Now would probably be a good time to offer a little background on the “art” of trapping muskrat. You may not like it, but at least it will offer a glimpse in to how we captured the furry prey on a shallow river. Our basic premise was to watch the creek banks for signs of activity in the form of muskrat tracks or dens that were dug into the side of the river. Once a suitable spot was chosen, we would place a steel trap just below water level right against the bank. The end or chain of the trap was then tied to a stake which we placed away from the bank in deeper water. Once the unsuspecting rodent found his leg embraced by the unforgiving steel, the current would pull him into deeper water where he would then drown. We knew we had a catch when there was no trap visible along the bank. A lone stake with no visible trap meant we had added one to our bag of goods. On rare occasions we would find empty traps where larger muskrat had chewed off a leg in order to escape. As gruesome and unforgiving as it sounds now, it was just normal fare back then. I seldom gave it a second thought.

During the previous week we had noticed that raccoon had burrowed a large den under a large tree directly across the river from one of our traps. Although raccoon pelts brought substantially more money than muskrat, we just weren’t rigged for trapping them so we stuck to larger numbers of pelts with lesser value. We had discussed trying to trap some of the raccoon family, but collectively decided it just wasn’t worth the retooling.

As we approached the trap directly across from the raccoon den, we made a discovery that caught us both by surprise. Although our intent was to merely check the trap and move it downstream, what we found stopped us knee-deep in frigid water. We looked at each other in amazement. An unsuspecting raccoon, while walking down the river bank looking for food, had stepped in our muskrat trap. Apparently the coon’s extra weight and size made it possible for him to step up higher on the bank rather than being pulled into the deeper water. There he stood, firmly grasped by the cold steel, glaring in amazement now at the two men responsible for his predicament.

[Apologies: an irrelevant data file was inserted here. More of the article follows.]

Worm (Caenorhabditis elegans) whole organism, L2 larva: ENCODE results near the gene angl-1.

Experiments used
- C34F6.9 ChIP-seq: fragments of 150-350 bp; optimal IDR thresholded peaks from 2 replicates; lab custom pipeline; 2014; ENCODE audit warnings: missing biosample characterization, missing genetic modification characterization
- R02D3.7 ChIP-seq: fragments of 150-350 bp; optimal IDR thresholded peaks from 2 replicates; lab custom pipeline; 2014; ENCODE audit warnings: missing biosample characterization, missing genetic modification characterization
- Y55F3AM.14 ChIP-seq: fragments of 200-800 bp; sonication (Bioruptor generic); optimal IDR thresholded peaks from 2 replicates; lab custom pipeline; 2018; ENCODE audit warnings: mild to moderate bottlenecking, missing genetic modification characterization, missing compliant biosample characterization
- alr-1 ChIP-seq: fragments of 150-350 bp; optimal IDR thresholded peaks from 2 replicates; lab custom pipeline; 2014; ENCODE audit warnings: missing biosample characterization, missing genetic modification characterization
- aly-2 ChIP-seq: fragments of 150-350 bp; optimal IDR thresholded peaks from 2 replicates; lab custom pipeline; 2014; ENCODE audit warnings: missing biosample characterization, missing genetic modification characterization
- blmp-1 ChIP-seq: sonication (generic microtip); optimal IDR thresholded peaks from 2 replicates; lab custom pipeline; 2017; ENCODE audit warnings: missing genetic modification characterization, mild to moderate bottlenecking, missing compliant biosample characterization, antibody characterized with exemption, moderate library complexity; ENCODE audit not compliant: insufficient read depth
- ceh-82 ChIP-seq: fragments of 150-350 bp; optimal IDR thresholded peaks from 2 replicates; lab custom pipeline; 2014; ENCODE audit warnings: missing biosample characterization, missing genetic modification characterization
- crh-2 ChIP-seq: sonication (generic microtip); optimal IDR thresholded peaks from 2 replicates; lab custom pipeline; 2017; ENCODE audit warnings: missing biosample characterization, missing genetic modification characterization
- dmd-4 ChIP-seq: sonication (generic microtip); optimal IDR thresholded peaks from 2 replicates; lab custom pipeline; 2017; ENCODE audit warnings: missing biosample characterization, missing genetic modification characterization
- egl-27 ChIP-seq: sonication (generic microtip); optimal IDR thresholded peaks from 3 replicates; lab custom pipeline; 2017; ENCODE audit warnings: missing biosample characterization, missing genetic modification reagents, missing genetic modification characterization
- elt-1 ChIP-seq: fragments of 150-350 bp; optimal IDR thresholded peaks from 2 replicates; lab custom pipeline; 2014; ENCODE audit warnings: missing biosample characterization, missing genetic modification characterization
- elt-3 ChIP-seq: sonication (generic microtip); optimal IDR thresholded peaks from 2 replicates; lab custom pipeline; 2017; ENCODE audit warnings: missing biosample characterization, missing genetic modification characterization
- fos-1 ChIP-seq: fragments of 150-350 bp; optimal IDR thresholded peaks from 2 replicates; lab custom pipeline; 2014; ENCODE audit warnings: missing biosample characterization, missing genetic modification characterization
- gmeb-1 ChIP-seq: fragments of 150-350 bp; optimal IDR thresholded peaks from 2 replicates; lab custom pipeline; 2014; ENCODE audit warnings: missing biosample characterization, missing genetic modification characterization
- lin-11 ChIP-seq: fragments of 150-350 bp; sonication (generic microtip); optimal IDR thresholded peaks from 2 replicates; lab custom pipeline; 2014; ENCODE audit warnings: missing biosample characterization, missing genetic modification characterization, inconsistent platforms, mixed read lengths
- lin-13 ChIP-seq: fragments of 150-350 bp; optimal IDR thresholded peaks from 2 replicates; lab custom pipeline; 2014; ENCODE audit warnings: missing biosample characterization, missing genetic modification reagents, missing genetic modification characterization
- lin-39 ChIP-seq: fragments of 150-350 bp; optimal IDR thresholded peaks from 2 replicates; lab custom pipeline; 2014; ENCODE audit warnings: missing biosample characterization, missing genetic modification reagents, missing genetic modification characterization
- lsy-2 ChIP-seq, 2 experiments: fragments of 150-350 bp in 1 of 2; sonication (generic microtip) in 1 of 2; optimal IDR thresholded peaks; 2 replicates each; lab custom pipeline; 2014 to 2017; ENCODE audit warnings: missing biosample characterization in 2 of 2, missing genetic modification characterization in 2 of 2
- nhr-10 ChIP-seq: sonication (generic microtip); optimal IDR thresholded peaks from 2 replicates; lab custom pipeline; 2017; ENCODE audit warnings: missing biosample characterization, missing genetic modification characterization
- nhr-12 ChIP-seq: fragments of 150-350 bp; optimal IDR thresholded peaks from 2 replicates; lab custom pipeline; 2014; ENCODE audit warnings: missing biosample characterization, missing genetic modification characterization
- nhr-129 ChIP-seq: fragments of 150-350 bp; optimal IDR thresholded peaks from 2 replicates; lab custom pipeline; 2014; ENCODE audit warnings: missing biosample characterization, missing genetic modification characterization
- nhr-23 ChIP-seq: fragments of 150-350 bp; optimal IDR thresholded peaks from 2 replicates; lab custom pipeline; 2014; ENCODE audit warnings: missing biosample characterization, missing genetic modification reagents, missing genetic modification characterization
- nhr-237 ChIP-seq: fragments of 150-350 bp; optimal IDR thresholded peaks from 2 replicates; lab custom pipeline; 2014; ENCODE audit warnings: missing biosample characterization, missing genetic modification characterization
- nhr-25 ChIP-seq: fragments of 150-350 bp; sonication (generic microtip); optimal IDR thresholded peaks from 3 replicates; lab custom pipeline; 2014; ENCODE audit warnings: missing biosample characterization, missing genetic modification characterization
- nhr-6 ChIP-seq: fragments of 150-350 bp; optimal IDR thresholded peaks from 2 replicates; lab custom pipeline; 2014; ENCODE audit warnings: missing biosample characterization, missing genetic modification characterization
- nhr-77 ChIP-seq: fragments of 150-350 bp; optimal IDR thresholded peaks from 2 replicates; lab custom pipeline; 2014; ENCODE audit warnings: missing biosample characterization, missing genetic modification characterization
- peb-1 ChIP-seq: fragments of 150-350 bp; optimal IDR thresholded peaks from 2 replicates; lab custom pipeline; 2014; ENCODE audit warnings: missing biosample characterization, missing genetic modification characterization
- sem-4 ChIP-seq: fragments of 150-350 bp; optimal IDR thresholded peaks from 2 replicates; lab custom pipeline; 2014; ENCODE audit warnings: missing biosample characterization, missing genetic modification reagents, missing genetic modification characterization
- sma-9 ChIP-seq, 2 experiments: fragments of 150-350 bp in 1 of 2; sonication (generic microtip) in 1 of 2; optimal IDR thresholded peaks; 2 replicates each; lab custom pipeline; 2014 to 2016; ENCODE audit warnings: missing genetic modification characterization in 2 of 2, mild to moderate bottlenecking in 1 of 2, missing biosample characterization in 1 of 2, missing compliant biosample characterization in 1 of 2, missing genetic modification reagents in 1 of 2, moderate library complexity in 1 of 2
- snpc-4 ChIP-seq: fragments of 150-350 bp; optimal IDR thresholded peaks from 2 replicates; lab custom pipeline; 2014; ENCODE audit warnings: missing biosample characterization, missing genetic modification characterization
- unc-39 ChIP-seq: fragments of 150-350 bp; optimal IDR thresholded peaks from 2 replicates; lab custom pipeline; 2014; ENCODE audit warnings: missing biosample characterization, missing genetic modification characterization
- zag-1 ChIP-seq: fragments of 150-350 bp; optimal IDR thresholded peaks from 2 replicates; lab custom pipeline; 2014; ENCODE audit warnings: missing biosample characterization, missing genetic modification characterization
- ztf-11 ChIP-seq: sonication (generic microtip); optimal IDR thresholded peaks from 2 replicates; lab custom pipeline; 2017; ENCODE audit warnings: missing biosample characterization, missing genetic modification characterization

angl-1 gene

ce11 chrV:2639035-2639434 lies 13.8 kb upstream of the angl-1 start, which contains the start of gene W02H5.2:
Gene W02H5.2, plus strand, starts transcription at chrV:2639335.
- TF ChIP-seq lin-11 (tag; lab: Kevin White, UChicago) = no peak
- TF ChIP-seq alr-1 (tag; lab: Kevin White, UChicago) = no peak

I have to admit our first response was to count money since a raccoon pelt meant thirty-five dollars as opposed to just the four or five dollars we received for a good muskrat. The raccoon’s pitiful predicament quickly created a second response from both of us, which was that we should just release him to be reunited with his family across the river. We just stared at each other and shook our head. How on earth were we supposed to approach an angry, cornered raccoon and just let him go? There was no way on earth this bandit-faced rascal was going to let us anywhere near him. He hissed, and glared and pulled back on the trap, reminding us of the cruelty of his plight.

We discussed several options, all of which eventually led to one of us being face-to-face with the angry critter while we tried to loosen the trap. Try as we might to muster a solution that didn’t require such close quarters, neither of us could come up with a thing. And even if we could, we wondered, how would he fair in the wild with a broken leg? It seemed the raccoon’s fate was determined by a power higher than ours and we clearly couldn’t just leave him.